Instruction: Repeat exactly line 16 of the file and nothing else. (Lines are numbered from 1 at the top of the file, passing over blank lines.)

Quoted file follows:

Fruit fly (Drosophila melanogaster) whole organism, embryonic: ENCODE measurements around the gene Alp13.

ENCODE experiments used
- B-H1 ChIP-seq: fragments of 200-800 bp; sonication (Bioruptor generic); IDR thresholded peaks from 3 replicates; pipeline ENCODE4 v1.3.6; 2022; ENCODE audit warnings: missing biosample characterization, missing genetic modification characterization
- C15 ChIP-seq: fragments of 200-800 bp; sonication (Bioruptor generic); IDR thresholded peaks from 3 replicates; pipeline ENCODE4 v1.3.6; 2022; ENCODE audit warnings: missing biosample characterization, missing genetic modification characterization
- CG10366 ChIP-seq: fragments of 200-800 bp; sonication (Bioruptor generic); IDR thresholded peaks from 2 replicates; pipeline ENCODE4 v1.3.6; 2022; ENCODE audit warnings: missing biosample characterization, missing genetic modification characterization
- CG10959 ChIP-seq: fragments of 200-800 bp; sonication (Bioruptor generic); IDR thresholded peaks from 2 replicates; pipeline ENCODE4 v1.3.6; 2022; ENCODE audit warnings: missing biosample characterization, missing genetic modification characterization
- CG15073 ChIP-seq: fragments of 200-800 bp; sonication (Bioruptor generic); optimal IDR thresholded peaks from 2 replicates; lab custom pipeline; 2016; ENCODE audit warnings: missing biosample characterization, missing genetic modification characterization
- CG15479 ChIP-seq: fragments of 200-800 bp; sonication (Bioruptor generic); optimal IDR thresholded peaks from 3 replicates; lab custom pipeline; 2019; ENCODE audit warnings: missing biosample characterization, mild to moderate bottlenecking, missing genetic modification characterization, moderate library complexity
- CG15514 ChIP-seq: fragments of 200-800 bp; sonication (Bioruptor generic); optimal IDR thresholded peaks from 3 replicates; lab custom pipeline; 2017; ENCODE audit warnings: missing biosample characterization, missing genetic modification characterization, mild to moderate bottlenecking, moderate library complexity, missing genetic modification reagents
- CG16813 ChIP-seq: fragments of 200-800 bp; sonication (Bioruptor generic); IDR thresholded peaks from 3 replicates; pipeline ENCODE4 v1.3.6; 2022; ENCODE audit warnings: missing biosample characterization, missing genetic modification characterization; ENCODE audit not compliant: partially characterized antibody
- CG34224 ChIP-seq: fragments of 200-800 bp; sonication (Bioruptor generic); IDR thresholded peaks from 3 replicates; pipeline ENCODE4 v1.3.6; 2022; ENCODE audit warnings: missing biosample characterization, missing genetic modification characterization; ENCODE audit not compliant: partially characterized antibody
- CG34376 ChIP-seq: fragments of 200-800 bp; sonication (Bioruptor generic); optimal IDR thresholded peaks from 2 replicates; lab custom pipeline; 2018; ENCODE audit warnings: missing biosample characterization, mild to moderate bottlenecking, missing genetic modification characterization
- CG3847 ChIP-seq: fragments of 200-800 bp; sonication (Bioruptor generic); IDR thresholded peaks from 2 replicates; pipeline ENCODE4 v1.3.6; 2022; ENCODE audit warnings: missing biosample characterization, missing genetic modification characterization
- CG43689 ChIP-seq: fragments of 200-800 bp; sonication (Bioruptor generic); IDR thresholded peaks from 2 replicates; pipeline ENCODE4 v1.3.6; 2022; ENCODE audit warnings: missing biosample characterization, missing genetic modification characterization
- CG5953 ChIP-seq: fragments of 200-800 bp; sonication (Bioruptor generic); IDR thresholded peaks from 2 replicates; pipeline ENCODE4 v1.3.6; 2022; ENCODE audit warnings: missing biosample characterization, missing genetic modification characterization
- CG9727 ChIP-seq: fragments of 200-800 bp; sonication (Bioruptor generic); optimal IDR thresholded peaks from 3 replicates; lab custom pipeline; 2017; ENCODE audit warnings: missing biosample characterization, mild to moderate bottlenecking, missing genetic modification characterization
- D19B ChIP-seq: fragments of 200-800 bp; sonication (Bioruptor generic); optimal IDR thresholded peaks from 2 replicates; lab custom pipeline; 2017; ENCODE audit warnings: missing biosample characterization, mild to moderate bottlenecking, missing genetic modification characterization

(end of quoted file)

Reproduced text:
- CG9727 ChIP-seq: fragments of 200-800 bp; sonication (Bioruptor generic); optimal IDR thresholded peaks from 3 replicates; lab custom pipeline; 2017; ENCODE audit warnings: missing biosample characterization, mild to moderate bottlenecking, missing genetic modification characterization